9/11 Memorial Opens to Public Today
NBC New York
Family members of 9/11 victims fold at the 9/11 memorial in c~tinuance the 10th anniversary of the attacks. As they learned the names, some call out messages to their destroyed relatives. Young Nicholas Gorski tells the engender he never met: “I love you beneficial to loving the idea of having me.”
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The memorandum to the nearly 3,000 humbler classes who died on Sept. 11 opens to the society today and is expected to haul thousands of people in just its at the outset week.
The monument, featuring twin given to reflection pools that evoke the footprints of the towers, opened to the families forward Sunday, the 10th anniversary of the attacks.
The pools are surrounded ~ dint of. waterfalls, with hundreds of trees filling in the spaces of the plaza.
The names of the dead are inscribed in bronze around the waterfall pools. At night, they will be lit from unbecoming.
Reserved passes are required to go to see the memorial. Most passes for the pristine few weeks were snapped up soon when they became available in July.
Time-Lapse Video of the 9/11 Memorial
of the 9/11 Memorial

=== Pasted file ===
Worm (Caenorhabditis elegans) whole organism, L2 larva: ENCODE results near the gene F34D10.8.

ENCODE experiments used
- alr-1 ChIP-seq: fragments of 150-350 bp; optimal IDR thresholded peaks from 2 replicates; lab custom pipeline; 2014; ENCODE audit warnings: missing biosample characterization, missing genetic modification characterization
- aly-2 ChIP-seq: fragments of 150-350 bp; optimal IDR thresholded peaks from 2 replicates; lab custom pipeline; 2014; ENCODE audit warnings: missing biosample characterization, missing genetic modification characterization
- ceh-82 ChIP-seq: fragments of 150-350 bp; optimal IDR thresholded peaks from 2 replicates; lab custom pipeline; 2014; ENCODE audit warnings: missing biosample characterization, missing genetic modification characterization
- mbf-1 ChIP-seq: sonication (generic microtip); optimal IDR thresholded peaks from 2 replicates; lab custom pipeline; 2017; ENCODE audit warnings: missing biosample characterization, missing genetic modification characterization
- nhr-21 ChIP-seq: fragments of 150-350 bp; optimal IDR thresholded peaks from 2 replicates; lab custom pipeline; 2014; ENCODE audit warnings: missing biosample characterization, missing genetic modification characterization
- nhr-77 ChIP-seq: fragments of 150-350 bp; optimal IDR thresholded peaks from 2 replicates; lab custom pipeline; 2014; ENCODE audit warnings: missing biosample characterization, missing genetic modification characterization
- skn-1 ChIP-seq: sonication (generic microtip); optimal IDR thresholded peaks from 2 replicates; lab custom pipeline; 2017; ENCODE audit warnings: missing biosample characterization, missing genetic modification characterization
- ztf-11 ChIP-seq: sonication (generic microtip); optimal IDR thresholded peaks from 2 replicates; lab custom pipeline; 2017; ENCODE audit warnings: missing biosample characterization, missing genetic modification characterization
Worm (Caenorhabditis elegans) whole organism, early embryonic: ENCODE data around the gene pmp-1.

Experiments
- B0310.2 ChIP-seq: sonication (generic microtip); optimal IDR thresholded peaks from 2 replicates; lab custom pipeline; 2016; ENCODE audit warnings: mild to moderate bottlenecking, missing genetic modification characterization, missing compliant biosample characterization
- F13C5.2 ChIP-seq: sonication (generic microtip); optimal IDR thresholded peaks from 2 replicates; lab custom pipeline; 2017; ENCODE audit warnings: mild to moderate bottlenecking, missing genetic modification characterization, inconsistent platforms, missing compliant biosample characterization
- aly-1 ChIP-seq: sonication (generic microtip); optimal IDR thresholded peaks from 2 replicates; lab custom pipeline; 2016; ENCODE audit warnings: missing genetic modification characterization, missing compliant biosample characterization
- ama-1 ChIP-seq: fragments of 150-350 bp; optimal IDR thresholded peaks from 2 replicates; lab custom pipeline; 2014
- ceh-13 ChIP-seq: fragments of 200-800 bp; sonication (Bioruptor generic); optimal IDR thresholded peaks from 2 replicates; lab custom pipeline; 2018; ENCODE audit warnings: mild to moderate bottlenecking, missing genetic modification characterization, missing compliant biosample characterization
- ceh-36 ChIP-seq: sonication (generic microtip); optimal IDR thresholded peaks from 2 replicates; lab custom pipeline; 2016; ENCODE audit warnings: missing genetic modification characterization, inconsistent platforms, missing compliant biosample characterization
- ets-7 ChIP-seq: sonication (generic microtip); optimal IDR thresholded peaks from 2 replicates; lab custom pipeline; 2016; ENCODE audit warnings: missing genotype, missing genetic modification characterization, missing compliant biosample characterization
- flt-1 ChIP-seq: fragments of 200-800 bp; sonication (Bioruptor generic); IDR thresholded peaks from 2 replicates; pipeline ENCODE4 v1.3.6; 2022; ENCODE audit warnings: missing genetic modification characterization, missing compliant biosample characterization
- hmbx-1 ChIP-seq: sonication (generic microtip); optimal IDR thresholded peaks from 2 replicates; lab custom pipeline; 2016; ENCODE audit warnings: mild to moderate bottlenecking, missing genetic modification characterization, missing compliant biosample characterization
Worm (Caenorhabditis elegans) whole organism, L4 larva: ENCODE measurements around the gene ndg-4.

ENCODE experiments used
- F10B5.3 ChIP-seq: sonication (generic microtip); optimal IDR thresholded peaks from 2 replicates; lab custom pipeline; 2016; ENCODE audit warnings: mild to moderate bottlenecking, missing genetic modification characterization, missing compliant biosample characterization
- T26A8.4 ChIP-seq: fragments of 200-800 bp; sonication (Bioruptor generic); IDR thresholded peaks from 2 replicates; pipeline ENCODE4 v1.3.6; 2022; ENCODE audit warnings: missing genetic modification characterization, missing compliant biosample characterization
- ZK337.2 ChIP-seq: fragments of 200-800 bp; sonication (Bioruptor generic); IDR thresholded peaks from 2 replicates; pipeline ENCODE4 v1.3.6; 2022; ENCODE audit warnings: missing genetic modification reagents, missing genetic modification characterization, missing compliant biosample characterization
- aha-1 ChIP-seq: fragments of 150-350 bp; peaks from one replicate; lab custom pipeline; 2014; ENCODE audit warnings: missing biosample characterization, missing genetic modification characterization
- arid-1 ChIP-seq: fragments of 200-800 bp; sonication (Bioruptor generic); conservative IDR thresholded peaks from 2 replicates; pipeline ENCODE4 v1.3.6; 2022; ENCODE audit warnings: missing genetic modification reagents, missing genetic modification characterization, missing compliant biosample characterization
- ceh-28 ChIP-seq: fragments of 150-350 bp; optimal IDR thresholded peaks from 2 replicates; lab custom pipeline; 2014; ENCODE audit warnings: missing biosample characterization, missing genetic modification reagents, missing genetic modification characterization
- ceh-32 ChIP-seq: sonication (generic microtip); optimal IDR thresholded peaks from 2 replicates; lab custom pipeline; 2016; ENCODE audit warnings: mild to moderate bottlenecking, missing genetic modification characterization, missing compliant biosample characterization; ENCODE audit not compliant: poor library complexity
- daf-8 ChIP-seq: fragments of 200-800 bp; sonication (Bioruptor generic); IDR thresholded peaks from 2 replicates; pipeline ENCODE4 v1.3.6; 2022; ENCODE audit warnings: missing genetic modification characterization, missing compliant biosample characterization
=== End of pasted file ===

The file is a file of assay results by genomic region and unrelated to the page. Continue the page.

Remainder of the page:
Dramatic Photos: Sept. 11 Anniversary
Sept. 11 Anniversary
The memorial’s opening to families on Sunday was an emotional day for which they had waited years.
As families walked onto the plaza, they plant their loved ones’ names, and reached with~ to touch the inscriptions. Some knelt without ceasing the ground, some wept as they dictum the letters in bronze.
Later, more families made rubbings of the names with paper and pencil, and stuck roses and flags into the culture of the names.
Many whose loved ones in no degree had remains recovered said the record brings a new place of relieve for them to visit.
"Now that there’s a memorial, we have somewhere to go," said Christine Box, whose brother, Gary, was in the midst of the 343 firefighters killed. His dead body were never identified.
As Lucy Loguidice interpret the name of her sister, Catherine, at the 9/11 pomp, she expressed her gratitude to those who created the tomb.
"I would like to thank everybody who did the memorial," she said. "It’s very beautiful."
Terrease Aiken, who was 8 years sagacious when she lost her father, afore~ coming back to ground zero was "to a high degree eerie, because this is the in conclusion place my father lived."
Terrance Aiken, 30, had started his just discovered job on the 97th floor of the ~ern tower on Sept. 4, 2001.
But she uttered she found the memorial a comforting employment.
The sister of Marlyn Garcia, 21, who worked at Marsh & McLennan, related her remains were never found.
"We depart through the sadness every single epoch," her sister said. "Every time we approach here, it’s very emotional. But at the same time it’s assuasive to be around so many people going through the same thing."